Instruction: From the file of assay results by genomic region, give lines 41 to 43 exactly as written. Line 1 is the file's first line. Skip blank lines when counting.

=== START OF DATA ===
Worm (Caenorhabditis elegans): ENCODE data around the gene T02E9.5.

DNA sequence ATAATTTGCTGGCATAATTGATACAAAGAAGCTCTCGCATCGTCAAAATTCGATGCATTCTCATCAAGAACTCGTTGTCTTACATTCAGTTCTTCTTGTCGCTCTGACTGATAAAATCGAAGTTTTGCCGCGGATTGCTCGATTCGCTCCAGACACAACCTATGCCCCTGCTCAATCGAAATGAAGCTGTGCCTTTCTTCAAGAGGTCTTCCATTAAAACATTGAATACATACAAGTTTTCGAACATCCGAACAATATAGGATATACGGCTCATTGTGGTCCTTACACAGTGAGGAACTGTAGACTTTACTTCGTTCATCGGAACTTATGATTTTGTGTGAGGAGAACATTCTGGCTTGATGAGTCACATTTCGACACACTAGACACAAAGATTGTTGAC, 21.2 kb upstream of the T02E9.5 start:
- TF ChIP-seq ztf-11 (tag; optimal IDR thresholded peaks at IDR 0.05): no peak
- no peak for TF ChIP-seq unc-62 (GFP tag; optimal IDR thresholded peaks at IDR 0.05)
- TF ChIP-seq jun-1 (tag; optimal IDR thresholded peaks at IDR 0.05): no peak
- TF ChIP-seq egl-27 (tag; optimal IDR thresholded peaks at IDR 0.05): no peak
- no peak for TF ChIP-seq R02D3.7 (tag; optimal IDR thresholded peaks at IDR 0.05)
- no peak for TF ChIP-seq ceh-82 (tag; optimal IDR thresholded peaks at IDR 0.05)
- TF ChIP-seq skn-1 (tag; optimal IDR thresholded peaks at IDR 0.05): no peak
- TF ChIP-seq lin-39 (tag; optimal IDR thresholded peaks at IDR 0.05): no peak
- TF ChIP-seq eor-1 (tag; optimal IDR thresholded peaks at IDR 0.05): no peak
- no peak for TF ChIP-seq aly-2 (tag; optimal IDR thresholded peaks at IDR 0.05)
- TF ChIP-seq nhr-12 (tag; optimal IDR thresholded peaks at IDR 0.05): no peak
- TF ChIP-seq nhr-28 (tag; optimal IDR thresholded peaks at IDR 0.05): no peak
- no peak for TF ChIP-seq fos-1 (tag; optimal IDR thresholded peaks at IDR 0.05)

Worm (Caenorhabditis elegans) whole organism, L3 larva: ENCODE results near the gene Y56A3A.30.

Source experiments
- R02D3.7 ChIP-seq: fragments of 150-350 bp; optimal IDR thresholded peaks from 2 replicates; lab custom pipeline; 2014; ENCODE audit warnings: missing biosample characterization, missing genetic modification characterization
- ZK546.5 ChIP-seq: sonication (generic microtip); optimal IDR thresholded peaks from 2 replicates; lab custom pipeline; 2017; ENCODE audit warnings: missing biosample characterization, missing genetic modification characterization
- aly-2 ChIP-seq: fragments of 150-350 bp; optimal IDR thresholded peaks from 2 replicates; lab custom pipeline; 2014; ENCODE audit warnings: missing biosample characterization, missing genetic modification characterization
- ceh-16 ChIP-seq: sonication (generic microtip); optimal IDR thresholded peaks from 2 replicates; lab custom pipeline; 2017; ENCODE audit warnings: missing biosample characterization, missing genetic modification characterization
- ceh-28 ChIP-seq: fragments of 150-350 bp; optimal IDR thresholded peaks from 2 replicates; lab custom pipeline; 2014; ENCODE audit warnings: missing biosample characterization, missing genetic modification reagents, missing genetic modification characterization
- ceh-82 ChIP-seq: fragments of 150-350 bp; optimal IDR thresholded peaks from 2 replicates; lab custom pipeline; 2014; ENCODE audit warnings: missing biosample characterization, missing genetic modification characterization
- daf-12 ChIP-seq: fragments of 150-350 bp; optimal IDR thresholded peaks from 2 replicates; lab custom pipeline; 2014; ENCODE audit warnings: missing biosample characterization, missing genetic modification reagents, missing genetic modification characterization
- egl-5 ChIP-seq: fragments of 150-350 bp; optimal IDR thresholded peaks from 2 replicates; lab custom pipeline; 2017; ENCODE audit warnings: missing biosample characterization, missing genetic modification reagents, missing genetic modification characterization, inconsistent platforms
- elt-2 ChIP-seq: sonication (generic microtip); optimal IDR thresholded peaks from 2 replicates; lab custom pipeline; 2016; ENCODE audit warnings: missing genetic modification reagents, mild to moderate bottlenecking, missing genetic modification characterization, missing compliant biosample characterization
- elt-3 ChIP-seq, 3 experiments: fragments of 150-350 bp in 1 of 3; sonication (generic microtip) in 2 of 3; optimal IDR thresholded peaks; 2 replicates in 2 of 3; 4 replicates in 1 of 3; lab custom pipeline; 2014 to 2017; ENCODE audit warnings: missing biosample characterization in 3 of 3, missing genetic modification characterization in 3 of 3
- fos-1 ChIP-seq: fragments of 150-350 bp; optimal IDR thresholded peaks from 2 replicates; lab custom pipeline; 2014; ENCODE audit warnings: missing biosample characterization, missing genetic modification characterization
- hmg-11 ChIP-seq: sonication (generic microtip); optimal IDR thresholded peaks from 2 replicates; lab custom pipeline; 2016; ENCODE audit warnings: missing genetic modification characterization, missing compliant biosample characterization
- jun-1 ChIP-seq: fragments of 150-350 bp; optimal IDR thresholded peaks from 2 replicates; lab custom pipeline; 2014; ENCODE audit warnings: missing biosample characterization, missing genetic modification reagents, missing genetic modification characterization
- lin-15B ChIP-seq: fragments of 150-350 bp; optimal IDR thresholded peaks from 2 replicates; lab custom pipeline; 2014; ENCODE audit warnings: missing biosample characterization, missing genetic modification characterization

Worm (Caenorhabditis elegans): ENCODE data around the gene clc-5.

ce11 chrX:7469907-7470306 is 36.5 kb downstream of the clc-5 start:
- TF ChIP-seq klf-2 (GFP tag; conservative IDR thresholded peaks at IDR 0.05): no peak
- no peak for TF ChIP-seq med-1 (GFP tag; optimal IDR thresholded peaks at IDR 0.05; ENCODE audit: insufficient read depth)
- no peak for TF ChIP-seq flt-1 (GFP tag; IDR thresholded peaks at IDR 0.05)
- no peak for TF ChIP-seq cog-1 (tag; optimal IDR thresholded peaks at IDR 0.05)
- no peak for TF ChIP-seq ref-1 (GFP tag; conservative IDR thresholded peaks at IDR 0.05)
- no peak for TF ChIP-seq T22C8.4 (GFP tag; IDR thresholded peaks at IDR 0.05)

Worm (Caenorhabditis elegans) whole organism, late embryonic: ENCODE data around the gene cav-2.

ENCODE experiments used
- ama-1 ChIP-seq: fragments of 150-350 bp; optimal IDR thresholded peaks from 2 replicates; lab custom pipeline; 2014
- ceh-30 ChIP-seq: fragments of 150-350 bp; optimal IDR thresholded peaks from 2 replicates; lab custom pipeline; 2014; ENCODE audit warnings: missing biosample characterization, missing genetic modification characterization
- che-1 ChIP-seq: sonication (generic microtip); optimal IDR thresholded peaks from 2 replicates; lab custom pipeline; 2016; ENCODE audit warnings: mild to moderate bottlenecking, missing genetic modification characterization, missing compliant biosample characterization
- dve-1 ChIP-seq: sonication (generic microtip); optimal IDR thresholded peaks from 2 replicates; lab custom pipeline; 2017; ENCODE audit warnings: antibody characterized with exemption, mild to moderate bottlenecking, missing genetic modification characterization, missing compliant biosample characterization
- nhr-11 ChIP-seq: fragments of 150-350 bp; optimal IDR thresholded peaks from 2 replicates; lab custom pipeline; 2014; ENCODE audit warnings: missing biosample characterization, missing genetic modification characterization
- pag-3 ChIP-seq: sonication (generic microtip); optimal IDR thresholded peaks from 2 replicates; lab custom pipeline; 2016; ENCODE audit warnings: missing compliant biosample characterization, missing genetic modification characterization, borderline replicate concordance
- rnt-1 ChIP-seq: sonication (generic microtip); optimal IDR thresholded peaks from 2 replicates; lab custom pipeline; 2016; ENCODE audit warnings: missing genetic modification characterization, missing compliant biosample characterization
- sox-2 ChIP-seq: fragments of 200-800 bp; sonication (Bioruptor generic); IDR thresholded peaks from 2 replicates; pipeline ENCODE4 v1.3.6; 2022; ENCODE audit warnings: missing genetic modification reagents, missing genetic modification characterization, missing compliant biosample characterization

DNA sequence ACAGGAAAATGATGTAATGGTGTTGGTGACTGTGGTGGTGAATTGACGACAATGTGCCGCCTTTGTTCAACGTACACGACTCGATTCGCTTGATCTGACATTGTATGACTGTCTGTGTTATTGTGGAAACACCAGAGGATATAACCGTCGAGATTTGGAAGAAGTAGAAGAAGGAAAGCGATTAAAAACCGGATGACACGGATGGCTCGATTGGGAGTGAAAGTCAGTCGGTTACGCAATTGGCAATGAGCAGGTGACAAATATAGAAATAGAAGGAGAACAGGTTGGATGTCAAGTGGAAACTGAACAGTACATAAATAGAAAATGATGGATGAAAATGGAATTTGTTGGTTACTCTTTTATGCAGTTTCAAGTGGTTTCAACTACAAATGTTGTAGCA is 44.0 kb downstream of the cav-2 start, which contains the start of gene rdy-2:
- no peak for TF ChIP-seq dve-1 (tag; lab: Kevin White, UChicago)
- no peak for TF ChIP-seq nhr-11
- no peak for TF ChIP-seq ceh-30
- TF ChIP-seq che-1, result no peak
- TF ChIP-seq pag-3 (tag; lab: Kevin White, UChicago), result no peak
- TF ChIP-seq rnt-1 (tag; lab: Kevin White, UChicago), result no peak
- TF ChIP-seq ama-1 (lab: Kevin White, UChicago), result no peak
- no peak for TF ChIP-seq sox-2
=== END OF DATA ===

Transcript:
ENCODE experiments used
- ama-1 ChIP-seq: fragments of 150-350 bp; optimal IDR thresholded peaks from 2 replicates; lab custom pipeline; 2014
- ceh-30 ChIP-seq: fragments of 150-350 bp; optimal IDR thresholded peaks from 2 replicates; lab custom pipeline; 2014; ENCODE audit warnings: missing biosample characterization, missing genetic modification characterization